15. As you know chemists define the electron as a particle. For instance the IUPAC officially defines an electron as: I remark this because some people here pretends again that only particle physicists consider the electron a particle, which is just untrue. Electrons are always particles. They are particles in atoms, in big accelerators, in solids conductors, in electrolytes, in stars, in living cells... The above definition of electron by the IUPAC is valid for any branch of chemistry, from electroweak quantum chemistry to astrochemistry and cosmochemistry, passing by any other branch: biochemistry, chemistry of solid state, nuclear chemistry, incorganic chemistry, analytic chemistry, organic chemistry, chemical thermodynamics, molecular spectroscopy, electrochemistry... Now your questions. Atomic orbitals are not standing waves, but stationary wavefunctions. A wave (e.g. an electromagnetic wave) is a physical system a wavefunction is a mathematical function. As emphasized in any quantum chemistry textbook, wavefunctions are merely mathematical functions that describe the quantum state of a particle or system under certain approximations. In fact, any decent textbook in quantum chemistry explains that atomic orbitals are only approximations when one ignores electron-electron correlation, spin, and other corrections. If you want study the quantum state of an electron in a given molecule immersed in a fluid, you cannot use a wavefunction ψ. Wavefunctions ψ describe the quantum state of the particle only in some special cases. However |ψ|2 never describe the state, but the amplitude of probability associated to the reduction of the wavefunction during a measurement. If you are measuring the position of an electron and ψ=ψ(r,θ,φ) is an atomic orbital that describe the state of the particle before the measurement, then |ψ|2 gives the probability that you will find the particle in position (r,θ,φ) when measuring. There is no need to modify the observations that you report. They are 100% compatible with the electron being a quantum particle. That is the reason which IUPAC defines the electron as a particle. Recall that "particle" is not a synonym for small-billiard-ball-following-Newtonian-laws. Only two comments about the observations. First, electrons in the atom do not "exist as standing waves" they exists as particles and its quantum state can be approximated by a wavefunction (at least as a first crude approximation). Second, it is not true that "electrons are never in a single point location". When the electron is in state ψ which is an eigenstate of the position operator, the electron has a position. Yes, the so-named wave-particle duality is an outdated viewpoint very similar to the phlogiston theory. Phlogiston theory is today a historical curiosity and forgotten by physicists/chemists. Any modern and rigorous textbook in quantum physics or quantum chemistry discusses wave-particle duality only in the introductory chapter about the history of the subject and then immediately avoids duality when presents the subject in rigorous and complete form.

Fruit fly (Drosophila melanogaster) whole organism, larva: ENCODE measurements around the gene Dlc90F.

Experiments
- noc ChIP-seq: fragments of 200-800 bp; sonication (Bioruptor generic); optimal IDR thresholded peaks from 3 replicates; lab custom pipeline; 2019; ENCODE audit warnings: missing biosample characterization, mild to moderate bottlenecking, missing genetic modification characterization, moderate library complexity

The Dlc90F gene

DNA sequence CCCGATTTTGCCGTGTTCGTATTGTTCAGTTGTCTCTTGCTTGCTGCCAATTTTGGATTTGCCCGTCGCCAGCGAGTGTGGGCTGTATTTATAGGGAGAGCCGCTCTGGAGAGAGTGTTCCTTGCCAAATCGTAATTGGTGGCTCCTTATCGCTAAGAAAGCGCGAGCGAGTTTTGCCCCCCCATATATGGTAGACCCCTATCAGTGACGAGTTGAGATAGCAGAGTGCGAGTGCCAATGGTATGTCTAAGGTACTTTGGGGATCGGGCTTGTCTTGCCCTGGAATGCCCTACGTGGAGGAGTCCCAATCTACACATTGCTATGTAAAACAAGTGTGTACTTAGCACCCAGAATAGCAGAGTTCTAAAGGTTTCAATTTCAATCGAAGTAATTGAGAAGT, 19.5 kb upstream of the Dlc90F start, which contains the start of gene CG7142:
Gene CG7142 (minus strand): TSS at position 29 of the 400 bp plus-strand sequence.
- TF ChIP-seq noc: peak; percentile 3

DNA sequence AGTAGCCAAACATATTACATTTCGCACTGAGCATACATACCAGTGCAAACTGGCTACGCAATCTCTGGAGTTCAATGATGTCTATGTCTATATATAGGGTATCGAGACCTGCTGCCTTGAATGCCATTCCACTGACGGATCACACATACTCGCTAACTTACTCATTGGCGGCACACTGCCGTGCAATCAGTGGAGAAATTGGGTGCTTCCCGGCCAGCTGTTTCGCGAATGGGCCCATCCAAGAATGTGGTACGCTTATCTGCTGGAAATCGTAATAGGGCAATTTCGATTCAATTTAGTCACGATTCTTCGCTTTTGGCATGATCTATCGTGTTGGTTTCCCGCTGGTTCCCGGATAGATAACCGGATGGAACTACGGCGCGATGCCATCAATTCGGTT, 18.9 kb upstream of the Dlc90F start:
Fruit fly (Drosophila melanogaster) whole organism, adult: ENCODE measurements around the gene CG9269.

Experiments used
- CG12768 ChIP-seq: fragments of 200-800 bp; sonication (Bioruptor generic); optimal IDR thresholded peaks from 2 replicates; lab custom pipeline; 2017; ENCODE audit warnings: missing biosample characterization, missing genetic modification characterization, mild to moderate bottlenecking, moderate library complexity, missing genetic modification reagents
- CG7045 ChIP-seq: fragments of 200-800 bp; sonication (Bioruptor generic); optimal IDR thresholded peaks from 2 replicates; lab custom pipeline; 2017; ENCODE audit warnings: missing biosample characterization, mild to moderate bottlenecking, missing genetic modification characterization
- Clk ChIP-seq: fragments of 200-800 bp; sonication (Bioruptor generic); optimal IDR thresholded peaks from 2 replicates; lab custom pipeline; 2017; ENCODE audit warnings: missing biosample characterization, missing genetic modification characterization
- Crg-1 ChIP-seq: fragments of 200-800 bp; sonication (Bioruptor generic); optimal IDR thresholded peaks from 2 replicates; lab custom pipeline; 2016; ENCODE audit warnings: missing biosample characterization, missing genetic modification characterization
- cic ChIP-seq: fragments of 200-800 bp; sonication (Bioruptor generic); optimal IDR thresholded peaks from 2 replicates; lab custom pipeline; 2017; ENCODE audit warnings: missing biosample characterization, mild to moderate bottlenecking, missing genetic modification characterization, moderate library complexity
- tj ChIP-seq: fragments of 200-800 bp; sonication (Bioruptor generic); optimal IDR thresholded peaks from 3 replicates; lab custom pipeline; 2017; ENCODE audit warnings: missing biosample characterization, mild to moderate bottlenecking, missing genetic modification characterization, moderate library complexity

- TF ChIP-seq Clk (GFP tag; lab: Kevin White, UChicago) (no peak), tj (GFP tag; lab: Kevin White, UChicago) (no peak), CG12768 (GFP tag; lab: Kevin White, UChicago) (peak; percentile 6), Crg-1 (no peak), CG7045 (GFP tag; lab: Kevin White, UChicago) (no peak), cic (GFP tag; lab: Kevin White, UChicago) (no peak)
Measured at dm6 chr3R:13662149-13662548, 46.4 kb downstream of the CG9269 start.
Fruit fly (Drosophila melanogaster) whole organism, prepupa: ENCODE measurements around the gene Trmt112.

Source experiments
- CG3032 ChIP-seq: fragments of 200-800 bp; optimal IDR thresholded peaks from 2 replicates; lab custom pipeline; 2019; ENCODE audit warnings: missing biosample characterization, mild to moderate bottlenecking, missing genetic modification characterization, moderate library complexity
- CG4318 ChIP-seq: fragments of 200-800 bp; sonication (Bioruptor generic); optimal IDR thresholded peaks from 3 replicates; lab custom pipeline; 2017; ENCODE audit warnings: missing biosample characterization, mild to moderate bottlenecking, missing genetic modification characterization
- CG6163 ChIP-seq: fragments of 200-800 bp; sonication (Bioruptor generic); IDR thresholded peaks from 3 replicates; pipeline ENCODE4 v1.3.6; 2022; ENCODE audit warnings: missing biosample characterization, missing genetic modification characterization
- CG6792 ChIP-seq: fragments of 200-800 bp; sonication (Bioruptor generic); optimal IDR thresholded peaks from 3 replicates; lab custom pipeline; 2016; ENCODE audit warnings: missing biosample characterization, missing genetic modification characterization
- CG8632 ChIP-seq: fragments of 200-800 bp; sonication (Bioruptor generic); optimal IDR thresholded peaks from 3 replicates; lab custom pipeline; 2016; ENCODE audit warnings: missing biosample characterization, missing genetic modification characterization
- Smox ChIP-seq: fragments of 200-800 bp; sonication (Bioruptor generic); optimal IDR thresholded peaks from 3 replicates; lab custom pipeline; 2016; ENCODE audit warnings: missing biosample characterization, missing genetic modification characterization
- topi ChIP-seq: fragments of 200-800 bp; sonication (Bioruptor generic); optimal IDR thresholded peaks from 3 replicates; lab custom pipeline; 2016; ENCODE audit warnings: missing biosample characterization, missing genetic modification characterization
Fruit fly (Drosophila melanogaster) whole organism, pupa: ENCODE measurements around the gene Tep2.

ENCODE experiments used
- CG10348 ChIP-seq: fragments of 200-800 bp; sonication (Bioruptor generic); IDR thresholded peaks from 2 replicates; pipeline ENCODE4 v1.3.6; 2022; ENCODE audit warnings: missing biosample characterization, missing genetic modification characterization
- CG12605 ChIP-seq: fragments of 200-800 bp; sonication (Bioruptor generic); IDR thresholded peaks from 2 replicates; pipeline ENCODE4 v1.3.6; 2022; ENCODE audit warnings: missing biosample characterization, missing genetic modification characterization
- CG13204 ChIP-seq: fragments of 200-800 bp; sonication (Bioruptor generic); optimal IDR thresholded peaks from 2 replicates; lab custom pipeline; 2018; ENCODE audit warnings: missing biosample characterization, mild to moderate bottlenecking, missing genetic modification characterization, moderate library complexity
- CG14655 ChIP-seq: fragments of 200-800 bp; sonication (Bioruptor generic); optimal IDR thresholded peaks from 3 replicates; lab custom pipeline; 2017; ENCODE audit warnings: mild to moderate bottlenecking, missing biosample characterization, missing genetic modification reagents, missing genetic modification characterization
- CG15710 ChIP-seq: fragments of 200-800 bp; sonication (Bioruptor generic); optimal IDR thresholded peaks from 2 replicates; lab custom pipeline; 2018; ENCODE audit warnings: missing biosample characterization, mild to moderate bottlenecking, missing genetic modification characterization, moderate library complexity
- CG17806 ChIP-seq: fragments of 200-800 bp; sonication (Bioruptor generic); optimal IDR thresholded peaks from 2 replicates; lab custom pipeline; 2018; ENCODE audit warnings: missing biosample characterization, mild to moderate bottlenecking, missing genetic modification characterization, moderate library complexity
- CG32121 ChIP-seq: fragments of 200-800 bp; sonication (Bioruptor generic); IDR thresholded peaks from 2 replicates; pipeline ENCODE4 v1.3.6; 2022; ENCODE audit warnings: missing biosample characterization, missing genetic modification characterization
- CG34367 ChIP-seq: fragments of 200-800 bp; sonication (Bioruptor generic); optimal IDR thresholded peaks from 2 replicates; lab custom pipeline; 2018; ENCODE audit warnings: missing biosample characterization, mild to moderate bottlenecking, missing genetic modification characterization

16. juanrga